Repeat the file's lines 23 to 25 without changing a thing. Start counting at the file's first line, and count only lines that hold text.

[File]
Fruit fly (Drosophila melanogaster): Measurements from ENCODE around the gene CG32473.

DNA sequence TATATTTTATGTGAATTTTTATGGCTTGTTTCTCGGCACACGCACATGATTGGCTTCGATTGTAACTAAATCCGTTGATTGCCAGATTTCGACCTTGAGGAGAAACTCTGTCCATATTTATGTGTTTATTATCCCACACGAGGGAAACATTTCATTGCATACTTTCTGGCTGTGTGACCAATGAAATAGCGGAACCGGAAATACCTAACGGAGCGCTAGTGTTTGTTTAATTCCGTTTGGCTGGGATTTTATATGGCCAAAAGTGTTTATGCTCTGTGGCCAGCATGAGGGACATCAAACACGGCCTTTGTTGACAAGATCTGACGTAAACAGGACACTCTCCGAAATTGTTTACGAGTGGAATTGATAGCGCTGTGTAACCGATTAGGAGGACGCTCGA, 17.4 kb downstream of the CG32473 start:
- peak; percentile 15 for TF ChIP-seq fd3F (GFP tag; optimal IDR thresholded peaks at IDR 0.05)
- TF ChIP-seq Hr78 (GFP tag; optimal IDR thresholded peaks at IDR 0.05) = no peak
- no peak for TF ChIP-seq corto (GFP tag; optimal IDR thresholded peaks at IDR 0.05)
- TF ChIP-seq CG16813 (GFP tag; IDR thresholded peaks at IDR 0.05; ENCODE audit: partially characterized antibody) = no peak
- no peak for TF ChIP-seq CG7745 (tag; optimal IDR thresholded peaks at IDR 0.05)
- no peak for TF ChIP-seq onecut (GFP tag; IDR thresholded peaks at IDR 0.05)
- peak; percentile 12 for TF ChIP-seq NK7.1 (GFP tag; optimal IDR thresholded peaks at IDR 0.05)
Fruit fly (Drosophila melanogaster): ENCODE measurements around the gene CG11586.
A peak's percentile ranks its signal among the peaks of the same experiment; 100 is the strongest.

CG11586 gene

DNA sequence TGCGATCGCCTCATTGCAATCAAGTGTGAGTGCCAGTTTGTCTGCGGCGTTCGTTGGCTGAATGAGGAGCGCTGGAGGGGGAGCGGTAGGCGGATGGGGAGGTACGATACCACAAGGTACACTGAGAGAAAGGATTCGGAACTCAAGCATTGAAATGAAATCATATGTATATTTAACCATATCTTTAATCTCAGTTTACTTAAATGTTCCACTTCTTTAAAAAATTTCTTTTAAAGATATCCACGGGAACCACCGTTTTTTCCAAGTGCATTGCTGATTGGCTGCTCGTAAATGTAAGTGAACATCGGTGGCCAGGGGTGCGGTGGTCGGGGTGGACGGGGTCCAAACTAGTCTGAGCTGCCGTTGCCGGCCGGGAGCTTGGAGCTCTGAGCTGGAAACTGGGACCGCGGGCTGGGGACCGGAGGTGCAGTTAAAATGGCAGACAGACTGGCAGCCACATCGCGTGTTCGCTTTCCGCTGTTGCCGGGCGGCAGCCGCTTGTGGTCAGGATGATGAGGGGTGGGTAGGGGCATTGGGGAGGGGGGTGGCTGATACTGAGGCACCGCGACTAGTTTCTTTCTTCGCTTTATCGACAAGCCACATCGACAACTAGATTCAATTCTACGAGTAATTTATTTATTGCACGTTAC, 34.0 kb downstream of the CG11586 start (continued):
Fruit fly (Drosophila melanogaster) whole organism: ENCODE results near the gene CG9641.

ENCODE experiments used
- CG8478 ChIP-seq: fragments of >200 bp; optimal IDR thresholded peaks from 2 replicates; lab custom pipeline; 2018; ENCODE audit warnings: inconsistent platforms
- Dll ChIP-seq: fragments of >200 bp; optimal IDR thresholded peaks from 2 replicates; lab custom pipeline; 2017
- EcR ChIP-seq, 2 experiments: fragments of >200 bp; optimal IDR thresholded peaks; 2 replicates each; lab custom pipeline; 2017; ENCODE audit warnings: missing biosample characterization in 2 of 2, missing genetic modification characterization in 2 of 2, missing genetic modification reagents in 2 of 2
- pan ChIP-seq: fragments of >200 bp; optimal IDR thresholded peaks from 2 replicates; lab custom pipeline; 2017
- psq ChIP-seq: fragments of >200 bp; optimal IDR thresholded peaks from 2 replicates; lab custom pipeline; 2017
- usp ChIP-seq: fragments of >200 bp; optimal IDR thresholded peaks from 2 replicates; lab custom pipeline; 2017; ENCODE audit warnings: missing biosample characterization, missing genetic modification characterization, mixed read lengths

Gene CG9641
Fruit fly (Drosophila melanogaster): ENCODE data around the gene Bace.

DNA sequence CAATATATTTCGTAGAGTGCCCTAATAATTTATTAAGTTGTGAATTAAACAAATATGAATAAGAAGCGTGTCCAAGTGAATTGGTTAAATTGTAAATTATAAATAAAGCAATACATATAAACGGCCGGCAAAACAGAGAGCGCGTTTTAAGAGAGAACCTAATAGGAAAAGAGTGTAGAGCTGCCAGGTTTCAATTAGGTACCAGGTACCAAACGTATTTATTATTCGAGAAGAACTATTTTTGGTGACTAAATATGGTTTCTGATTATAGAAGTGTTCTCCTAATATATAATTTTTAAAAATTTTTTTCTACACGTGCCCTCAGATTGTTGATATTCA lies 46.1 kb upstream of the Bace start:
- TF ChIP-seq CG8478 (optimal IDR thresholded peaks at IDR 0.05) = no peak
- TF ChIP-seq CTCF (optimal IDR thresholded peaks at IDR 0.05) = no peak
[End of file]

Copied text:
Fruit fly (Drosophila melanogaster): ENCODE data around the gene Bace.

DNA sequence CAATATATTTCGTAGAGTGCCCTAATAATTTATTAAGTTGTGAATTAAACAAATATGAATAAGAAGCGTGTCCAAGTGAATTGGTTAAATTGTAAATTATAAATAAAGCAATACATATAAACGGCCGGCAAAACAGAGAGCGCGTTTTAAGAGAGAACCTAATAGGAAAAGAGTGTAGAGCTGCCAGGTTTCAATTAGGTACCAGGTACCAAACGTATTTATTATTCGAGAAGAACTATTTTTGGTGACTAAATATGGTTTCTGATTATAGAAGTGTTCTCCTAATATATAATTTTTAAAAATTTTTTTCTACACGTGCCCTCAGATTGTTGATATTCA lies 46.1 kb upstream of the Bace start:
- TF ChIP-seq CG8478 (optimal IDR thresholded peaks at IDR 0.05) = no peak